And when you want to just take a break from it all, what do you do?
It’s hard. Have you ever heard the expression, “A writer’s always writing even when they’re not writing?” It’s hard to escape that. Ideas are always coming to you. You try not to go around distracted all the time because you want to be in the moment for other things too. But it’s hard, especially when you’re working on something like the solution being done. Like I mentioned, while washing the dishes, things just pop up. I just went on a family vacation a month ago which was great. We were out on a lake. What was frustrating, but ultimately great about that, is we had no cellphone reception or Internet. We had no choice but to just, kind of, hang and be outdoors, and enjoy just the beautiful atmosphere and each other’s company. There were a lot of family members there. So, it was great. It was a nice break from having to think about writing and having to think about work. For me, as a writer, I love the writing process. So, I don’t find I need a break from that, but it’s a break from the business. It’s a break from the worry of, “How is the movie going to do?” or “Is the next job down the line? Is that about to happen?” So, it’s more of the business stuff that I’d like to take a break from and the worry from that, and the anxiety because writers are anxious people by nature. You add the business to the mix and that becomes a whole different thing.

Which lake did you and your family go to?
It was Lake Powell in Arizona.

Are you based in Hollywood, proper?
I’m in Los Angeles.

Are you originally from California?
Yes, I’m one of those very people that was actually born in L.A. I actually grew up an hour north of Los Angeles in Ventura, California. That’s where I went to grade school and high school. But I returned for college. I went to Loyola˗Marymount. And then, I just liked the area and I stayed in L.A. and I moved to pursue writing. Same writing and, actually earlier on, I pursued a little bit of acting. Mostly live theater and sketch comedy. I studied with The Groundlings. I did radio too. I was a radio reporter on Power 106 FM, which was then, the number one station in Los Angeles. I did a lot of entertainment reports. I would cover the Oscars and the Grammy Awards. I interviewed a lot of great celebrities over the years. And then I’d do “Man on the Street” interviews. I would talk to somebody on the corner and ask their opinion on a movie that was out. So, it was a fun gig. I did that for about four years. But there’s always been some element of writing or performing to everything I’ve done professionally.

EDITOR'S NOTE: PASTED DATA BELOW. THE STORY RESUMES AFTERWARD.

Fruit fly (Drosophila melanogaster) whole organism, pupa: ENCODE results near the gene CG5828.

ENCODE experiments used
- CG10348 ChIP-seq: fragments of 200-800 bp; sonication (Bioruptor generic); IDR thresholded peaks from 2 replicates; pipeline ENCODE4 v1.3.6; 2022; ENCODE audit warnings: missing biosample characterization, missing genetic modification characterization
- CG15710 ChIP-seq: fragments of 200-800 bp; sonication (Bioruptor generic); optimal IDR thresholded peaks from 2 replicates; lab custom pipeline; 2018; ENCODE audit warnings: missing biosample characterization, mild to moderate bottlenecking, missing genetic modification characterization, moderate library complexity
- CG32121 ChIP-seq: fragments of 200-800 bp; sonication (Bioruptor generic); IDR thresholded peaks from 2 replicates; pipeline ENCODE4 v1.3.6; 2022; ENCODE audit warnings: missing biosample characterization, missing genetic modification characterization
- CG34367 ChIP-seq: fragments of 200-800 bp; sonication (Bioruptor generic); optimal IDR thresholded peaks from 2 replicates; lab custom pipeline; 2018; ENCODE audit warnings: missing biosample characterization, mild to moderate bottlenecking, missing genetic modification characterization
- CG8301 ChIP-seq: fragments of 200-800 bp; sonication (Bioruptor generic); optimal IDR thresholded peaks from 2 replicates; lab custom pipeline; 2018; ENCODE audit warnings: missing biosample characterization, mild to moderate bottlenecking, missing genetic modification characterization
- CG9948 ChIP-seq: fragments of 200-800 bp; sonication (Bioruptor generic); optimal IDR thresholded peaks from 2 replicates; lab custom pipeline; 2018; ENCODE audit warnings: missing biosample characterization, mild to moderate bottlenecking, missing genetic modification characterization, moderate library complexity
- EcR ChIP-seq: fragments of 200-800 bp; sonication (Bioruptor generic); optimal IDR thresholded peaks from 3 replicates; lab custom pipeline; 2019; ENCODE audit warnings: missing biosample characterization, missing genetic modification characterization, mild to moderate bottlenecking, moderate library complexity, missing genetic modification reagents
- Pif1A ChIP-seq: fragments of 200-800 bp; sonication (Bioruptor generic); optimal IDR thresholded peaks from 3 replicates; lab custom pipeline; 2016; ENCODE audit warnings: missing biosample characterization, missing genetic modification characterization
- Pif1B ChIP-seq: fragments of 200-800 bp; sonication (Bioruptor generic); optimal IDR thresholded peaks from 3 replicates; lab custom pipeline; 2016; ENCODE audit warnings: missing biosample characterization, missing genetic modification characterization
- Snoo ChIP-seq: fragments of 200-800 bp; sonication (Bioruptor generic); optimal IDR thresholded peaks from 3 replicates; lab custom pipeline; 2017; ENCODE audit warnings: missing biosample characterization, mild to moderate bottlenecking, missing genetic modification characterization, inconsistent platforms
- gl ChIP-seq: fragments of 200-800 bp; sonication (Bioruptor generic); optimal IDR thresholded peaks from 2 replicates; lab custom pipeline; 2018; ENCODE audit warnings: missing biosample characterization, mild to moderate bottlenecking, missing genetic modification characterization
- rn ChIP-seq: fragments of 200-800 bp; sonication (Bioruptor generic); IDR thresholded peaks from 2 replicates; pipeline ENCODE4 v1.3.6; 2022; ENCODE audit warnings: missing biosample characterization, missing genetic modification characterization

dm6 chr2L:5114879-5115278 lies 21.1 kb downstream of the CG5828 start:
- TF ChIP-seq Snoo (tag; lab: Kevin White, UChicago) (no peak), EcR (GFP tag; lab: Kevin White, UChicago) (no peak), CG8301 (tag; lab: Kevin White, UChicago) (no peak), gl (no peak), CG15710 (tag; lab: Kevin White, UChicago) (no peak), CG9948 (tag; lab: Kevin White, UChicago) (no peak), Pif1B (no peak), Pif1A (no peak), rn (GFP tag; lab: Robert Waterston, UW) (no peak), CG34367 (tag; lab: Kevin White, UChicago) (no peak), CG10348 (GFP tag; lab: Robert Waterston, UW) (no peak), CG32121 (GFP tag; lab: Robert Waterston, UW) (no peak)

Any final thoughts?
It occurred to me earlier. It’s tough these days. I think we’re all in a place where we need to be, sort of, “do˗it˗yourself.” We have these social media platforms and we can reach people. But, how do you break through the clutter? How do you break through so many people trying to reach their fan base? The Internet offers those opportunities, but it’s a challenge to reach people and that can take up a lot of time too — the business of running your artistic career. I stop to remember, “Okay, this is a business.” I can sit in my room and cover my little stories and love that and enjoy that creative process. But, at the end of the day, if you want to make a living out of it, it is a business and you always have to think about that.

Awesome. Thank you. I’ve enjoyed this time with you. Thank you, Christina.
Thank you, Yvette. I’ve enjoyed it too.